Standing so often at the edge of life -
the rasping sound of final breaths
as fluttering fingers lose their hold -;
Casting so often the words
at which the spellbound crematorium curtains
severing again, again, again,
the living from the dead;
I need no memento mori,
and, without success,
on days off,
hunt the lost delusion of immortality.
June 11th 96.
One of the occupational hazards of priesthood is an over-familiarity with the business of death. At the local crematorium when I wrote this poem, an unseen operator closed the curtains while the priest faced the coffin, which made it look as if we were doing this just by the power of our words!
Memento Mori are things which remind you that you will one day die.
These poems are the fruit of almost 30 years of occasional writing. They were written as private reflections, or for friends and family. I hadn't intended them for public consumption, but people have told me now and then that they thought I should share them, so I have. I shall add new poems if and when I write them, though a lot of my words tend to go into sermons these days!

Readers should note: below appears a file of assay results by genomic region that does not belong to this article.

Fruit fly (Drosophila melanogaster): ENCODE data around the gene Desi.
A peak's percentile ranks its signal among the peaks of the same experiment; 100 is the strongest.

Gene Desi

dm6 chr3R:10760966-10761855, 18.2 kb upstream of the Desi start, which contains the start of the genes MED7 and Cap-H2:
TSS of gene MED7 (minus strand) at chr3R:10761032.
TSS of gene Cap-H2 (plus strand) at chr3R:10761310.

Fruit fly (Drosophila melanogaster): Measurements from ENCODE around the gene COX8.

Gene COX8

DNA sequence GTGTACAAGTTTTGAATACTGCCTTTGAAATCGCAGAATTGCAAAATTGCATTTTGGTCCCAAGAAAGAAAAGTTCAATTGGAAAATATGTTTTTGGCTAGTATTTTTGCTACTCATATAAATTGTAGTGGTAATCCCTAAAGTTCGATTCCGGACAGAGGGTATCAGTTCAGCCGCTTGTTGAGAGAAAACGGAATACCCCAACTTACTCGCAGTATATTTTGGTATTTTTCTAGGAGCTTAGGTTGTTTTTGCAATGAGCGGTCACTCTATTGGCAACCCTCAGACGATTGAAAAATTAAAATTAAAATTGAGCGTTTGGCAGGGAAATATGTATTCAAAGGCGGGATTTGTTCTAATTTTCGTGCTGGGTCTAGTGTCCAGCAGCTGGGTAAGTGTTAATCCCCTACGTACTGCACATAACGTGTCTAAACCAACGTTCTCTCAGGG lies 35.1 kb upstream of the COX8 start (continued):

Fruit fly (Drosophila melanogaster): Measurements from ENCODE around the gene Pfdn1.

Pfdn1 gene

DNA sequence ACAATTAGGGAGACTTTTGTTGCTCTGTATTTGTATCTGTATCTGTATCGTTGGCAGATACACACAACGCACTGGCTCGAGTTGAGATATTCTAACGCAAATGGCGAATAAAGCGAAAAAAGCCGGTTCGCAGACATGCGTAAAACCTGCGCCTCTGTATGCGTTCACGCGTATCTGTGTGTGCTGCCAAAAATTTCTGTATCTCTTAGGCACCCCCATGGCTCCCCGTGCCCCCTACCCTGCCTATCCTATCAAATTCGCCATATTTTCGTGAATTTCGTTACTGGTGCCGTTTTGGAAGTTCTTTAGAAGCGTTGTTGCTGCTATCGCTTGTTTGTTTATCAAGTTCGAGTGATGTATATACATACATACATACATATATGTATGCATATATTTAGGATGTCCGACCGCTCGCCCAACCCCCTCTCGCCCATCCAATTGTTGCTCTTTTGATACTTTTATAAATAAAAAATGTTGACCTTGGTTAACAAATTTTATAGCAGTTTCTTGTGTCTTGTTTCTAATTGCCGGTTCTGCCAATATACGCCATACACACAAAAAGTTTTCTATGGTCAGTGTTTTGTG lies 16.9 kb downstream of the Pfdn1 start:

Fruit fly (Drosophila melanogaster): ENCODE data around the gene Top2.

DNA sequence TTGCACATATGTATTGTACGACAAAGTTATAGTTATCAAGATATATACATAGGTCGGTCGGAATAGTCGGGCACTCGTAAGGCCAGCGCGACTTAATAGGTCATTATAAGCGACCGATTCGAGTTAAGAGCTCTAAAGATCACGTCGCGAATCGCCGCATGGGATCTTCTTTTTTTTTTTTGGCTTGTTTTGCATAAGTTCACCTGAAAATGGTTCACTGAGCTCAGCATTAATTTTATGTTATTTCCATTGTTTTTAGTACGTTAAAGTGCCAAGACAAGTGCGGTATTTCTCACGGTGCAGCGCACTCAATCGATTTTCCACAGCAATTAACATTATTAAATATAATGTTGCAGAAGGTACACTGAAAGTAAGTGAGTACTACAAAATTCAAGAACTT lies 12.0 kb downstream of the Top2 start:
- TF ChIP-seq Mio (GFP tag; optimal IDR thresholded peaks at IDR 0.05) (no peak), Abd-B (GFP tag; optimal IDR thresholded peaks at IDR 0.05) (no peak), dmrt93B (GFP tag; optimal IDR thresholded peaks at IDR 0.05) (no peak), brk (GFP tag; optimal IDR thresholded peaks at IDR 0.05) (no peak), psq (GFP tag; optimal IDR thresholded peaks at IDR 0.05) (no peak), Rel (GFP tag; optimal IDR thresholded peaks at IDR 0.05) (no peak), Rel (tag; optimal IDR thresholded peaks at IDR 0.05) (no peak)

If you find something you like and find helpful, you are welcome to use it and share it, but please make sure my name stays attached to it.
The poems are posted in no particular order, but the labels - click on links below - should help you find poems on various themes.
There are also separate pages on this blog containing links to music composed by my husband, Philip, and to Christmas stories which I have told here at Seal in place of sermons on Christmas Day.